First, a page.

‘Facts’ alone are not enough. Which, by coincidence, was a point demonstrated in one of those controversial episodes recently when Rafa read out a series of ‘facts’ about Liverpool and Manchester United to a bemused press audience.

The Search for a New leader: Now its BA and Willie Walsh

May 15, 2008

Update: The post below [May 15th, 2008] was updated [December 16th, 2009] as British Airways faced a highly damaging strike of Cabin Crew over the Christmas holiday period. Original post follows:

When a company starts looking for a new leader, rumours about the incumbent are bound to arise. The most recent case is that of British Airways and its CEO Willie Walsh. Students of leadership succession should keep a close eye on unfolding events.

The duty of a corporate board is to safeguard a company’s future viability, and that must include monitoring of its leadership. While secrecy is desirable, it may suit pressure groups to bring matters to public attention. For example, shareholder activists seek advantage for their narrower interests, which would include getting the best short-term deals on investments, but might also include the possibility of becoming king-makers for a change of leadership.

The Independent reports that

[British Airways] has appointed the recruitment consultants Whitehead Mann to find a new chief operating officer and possible successor for its embattled chief executive Willie Walsh.

The successful candidate will fill a newly created role, devised after the recent Heathrow Terminal 5 fiasco. Both BA’s director of operations, Gareth Kirkwood, and head of customer service, David Noyes, parted company with the group last month [April 2008] . The two roles will now be combined to create the position of chief operating officer.

The airline, which will publish its full-year results on Monday, is believed to have instructed Whitehead Mann to find a senior level candidate who could be considered for a position on the board within two years, and could also be a potential replacement for Mr Walsh within five years.

Opening Sacrifices?

For ‘parted company’ read sacked. Gareth makes an opening sacrifice in BA’s attempts to allay criticisms for a wave of customer service reactions. David will do for the time-being for operational failings, as Terminal 5 lumbers into action.

Later, [May 13th 2008] BAA, Heathrow’s operating organization announced the departure of Mike Bullock, its Managing Director at Heathrow, another victim of the Terminal 5 opening (or non-opening, if you prefer). At least the BBC announced it, beating the BAA web-site to the news.

The departures at British Airways seem more in the nature of opening gambits, if we want to puruse the theme of chess as a metaphor for corporate strategy.

The Times has reported that public sentiment strongly in favour of BA finding a replacement for Willie Walsh.

However, Richard Northedge argues that

Walsh directly culpable too [for the recent Terminal 5 opening fiasco]. Unfortunately, BA cannot afford to lose him. It has other problems that require solutions – from its pension deficit to its industrial relations – and Walsh is the best man it has. But stakeholders require some recognition that Walsh’s acceptance of responsibility is not just hollow words: it would be appropriate if, when the remuneration committee considers bonuses, it acknowledged the need to punish Walsh.

The Walsh Legend

Mr Walsh arrived at British Airways in 2005 already as something of a celebrity. His reputation had been secured as a former pilot who aspired to leadership. He had risen through the ranks at Aer Lingus to be acknowledged as a transformational figures for the fortunes of that company.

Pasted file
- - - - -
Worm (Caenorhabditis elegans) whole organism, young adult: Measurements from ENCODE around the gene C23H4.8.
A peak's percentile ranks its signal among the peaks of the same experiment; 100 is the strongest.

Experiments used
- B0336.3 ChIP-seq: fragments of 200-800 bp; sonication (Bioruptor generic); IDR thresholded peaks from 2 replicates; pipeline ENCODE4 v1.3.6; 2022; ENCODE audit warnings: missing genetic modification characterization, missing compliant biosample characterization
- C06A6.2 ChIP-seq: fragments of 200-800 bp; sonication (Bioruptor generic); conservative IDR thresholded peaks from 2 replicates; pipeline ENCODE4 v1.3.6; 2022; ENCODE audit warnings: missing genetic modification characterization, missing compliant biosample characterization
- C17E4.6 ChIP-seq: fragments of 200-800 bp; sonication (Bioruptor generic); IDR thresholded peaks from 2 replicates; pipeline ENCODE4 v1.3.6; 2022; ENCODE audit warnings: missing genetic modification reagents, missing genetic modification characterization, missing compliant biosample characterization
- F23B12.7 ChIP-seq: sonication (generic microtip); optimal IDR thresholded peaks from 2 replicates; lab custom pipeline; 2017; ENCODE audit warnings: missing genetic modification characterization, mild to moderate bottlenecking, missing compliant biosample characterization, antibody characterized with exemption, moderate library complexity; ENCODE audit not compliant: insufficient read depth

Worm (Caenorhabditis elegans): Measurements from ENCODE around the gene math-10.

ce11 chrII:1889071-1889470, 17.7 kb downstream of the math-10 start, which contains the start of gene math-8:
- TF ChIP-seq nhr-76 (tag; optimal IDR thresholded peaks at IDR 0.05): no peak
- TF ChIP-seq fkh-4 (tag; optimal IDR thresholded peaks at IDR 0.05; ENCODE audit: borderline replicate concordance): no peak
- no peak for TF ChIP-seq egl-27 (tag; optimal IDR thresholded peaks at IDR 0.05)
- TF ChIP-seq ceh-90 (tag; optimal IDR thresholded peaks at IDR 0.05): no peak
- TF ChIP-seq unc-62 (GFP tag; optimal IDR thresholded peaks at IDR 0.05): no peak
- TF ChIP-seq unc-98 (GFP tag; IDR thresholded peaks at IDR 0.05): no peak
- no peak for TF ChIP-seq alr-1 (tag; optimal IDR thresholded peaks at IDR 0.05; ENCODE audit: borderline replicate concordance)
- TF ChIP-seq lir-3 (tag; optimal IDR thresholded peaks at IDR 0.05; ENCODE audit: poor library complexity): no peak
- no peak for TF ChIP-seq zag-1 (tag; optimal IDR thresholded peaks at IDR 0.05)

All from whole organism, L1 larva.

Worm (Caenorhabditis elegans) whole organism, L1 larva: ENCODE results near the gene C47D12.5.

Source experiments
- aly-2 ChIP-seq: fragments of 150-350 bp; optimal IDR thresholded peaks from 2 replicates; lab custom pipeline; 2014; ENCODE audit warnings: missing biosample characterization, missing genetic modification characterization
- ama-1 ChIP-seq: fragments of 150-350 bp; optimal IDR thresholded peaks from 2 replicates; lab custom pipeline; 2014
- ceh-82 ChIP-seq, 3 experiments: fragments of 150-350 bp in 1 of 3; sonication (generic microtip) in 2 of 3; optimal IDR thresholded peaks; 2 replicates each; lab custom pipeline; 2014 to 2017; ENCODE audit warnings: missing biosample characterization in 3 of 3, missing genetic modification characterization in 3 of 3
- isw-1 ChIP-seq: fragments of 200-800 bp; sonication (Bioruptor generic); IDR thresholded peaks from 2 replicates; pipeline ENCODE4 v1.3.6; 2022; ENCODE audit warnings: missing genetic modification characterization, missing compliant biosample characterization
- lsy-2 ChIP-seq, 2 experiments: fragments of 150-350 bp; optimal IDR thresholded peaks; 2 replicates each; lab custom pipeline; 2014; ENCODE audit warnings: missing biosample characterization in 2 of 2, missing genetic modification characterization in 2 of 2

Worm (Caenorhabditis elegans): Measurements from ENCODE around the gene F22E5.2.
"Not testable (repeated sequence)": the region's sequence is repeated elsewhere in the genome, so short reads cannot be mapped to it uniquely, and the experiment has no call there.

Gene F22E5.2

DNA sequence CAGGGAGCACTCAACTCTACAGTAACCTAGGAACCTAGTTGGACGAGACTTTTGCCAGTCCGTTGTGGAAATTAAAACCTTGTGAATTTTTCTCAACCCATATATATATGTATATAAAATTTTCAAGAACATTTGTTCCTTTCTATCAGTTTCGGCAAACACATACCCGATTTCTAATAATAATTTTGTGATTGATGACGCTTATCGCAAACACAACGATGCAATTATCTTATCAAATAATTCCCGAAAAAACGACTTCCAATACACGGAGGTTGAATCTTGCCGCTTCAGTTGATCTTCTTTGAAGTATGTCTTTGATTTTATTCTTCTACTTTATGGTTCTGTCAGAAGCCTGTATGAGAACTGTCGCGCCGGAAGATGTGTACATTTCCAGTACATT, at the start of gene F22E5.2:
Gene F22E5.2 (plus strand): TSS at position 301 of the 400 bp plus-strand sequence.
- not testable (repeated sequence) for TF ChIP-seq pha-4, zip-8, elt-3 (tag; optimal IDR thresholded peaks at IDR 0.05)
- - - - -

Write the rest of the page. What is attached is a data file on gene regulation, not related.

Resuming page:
Stories accumulated about his hands-on style, and were used to sketch his operating methods.

He was known for negotiating toughness. Successfully reinventing Aer Lingus as a profitable no-frills airline, while other established European flag carriers went to the wall, he slashed costs by 30% and shed more than a third of staff. [saying]”we make no apologies for focusing on profit” … [and that] “a reasonable man gets nowhere in negotiations”.
He is renowned for not driving an expensive car and choosing not to take on a secretary, instead writing all his own letters and answering his own phone.

Mr Walsh’s obvious toughness and eye for increased profitability no doubt caught the attention of BA’s board. After the UK airline’s long history of staff disputes, most recently the wildcat walkouts in August 2005 in support of sacked workers at the airline’s main caterer, he must have seemed ideal.

Be careful of what you want…

‘Be careful of what you want. You might get it’ runs an office-wall summary, capturing the myth of the Faustian pact. Maybe that is another version of getting the leaders we deserve. The appeal of a tough leader for BA was obviously appealing, not just to the Board, but to its major shareholders.

Students of leadership succession should keep an eye on events at British Airlines. We will continue to watch Willie, at Leaders We Deserve.

To go more deeply into succession planning

We touched on British Airways in the context of Mandrill Management .

Travolution is a useful site for wider issues of the industry

The Post Office/Royal Mail leadership succession activities were noted including attempts to have a fall-back plan if Allen Leighton were to leave.

Times Warner’s appointment of Jeff Bewkes also makes an interesting succession story.

EADS strategic issues under Louis Gallois
and also its leadership challenges have been covered.

There have stories of the rise and fall of varous sporting leaders. When Liverpool owners approached Jurgen Klinsmann, the story blew-up as a scheme to get rid of the popular Rafa Benitez.

England’s Rugby Football Union eventually appointed Martin Johnson and relegated Bryan Ashton to the bench.

Numerous posts covered the stories the longest leadership succession saga of modern times.

The transition from President Vladimir Putin to Dmitry Medvedev is offering further insights into succession issues in internationally important arenas.

Overall, the events covered in these posts indicate recurring themes within recent leadership succession stories. A thorough examination might produce a valuable contribution to understanding of the dynamics of leadership succession. They may also hint at the likely outome to the story of Willie Walsh at British Airways.